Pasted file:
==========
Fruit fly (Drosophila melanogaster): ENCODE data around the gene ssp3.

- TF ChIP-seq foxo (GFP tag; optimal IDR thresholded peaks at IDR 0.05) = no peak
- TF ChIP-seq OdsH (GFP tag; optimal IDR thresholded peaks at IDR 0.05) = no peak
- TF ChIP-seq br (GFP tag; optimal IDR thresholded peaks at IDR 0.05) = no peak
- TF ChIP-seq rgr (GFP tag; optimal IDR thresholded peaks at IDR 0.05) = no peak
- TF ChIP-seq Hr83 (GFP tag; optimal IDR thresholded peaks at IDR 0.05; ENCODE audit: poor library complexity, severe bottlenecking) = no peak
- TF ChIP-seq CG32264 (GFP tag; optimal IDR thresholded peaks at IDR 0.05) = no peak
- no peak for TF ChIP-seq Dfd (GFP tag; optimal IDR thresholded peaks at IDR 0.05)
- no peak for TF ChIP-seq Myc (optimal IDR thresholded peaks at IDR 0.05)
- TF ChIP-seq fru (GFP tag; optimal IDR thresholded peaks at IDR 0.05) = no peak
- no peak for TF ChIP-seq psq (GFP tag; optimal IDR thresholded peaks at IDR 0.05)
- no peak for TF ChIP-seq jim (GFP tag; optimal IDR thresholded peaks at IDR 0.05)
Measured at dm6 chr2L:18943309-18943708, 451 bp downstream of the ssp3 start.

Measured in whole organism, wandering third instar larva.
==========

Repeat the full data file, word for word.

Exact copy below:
Fruit fly (Drosophila melanogaster): ENCODE data around the gene ssp3.

- TF ChIP-seq foxo (GFP tag; optimal IDR thresholded peaks at IDR 0.05) = no peak
- TF ChIP-seq OdsH (GFP tag; optimal IDR thresholded peaks at IDR 0.05) = no peak
- TF ChIP-seq br (GFP tag; optimal IDR thresholded peaks at IDR 0.05) = no peak
- TF ChIP-seq rgr (GFP tag; optimal IDR thresholded peaks at IDR 0.05) = no peak
- TF ChIP-seq Hr83 (GFP tag; optimal IDR thresholded peaks at IDR 0.05; ENCODE audit: poor library complexity, severe bottlenecking) = no peak
- TF ChIP-seq CG32264 (GFP tag; optimal IDR thresholded peaks at IDR 0.05) = no peak
- no peak for TF ChIP-seq Dfd (GFP tag; optimal IDR thresholded peaks at IDR 0.05)
- no peak for TF ChIP-seq Myc (optimal IDR thresholded peaks at IDR 0.05)
- TF ChIP-seq fru (GFP tag; optimal IDR thresholded peaks at IDR 0.05) = no peak
- no peak for TF ChIP-seq psq (GFP tag; optimal IDR thresholded peaks at IDR 0.05)
- no peak for TF ChIP-seq jim (GFP tag; optimal IDR thresholded peaks at IDR 0.05)
Measured at dm6 chr2L:18943309-18943708, 451 bp downstream of the ssp3 start.

Measured in whole organism, wandering third instar larva.